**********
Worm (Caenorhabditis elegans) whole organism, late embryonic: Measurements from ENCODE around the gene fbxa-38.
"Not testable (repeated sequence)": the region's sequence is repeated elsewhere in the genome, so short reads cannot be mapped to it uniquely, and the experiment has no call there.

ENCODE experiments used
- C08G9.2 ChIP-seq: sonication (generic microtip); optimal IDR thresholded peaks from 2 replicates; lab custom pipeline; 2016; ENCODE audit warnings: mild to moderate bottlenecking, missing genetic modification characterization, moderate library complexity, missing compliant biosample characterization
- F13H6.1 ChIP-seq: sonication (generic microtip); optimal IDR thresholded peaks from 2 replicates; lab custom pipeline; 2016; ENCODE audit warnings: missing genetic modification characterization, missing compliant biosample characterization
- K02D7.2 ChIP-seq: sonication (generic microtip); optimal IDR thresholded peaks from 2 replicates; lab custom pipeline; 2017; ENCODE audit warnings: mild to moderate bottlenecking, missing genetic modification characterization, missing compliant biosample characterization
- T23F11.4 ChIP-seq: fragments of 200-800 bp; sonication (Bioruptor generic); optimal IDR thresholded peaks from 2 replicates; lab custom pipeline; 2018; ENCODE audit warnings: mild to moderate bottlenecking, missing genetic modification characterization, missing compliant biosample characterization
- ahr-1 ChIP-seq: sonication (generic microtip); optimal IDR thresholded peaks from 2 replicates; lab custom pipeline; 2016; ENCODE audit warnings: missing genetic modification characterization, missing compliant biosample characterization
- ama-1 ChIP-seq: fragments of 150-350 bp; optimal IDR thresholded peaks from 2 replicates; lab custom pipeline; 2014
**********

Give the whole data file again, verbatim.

Worm (Caenorhabditis elegans) whole organism, late embryonic: Measurements from ENCODE around the gene fbxa-38.
"Not testable (repeated sequence)": the region's sequence is repeated elsewhere in the genome, so short reads cannot be mapped to it uniquely, and the experiment has no call there.

ENCODE experiments used
- C08G9.2 ChIP-seq: sonication (generic microtip); optimal IDR thresholded peaks from 2 replicates; lab custom pipeline; 2016; ENCODE audit warnings: mild to moderate bottlenecking, missing genetic modification characterization, moderate library complexity, missing compliant biosample characterization
- F13H6.1 ChIP-seq: sonication (generic microtip); optimal IDR thresholded peaks from 2 replicates; lab custom pipeline; 2016; ENCODE audit warnings: missing genetic modification characterization, missing compliant biosample characterization
- K02D7.2 ChIP-seq: sonication (generic microtip); optimal IDR thresholded peaks from 2 replicates; lab custom pipeline; 2017; ENCODE audit warnings: mild to moderate bottlenecking, missing genetic modification characterization, missing compliant biosample characterization
- T23F11.4 ChIP-seq: fragments of 200-800 bp; sonication (Bioruptor generic); optimal IDR thresholded peaks from 2 replicates; lab custom pipeline; 2018; ENCODE audit warnings: mild to moderate bottlenecking, missing genetic modification characterization, missing compliant biosample characterization
- ahr-1 ChIP-seq: sonication (generic microtip); optimal IDR thresholded peaks from 2 replicates; lab custom pipeline; 2016; ENCODE audit warnings: missing genetic modification characterization, missing compliant biosample characterization
- ama-1 ChIP-seq: fragments of 150-350 bp; optimal IDR thresholded peaks from 2 replicates; lab custom pipeline; 2014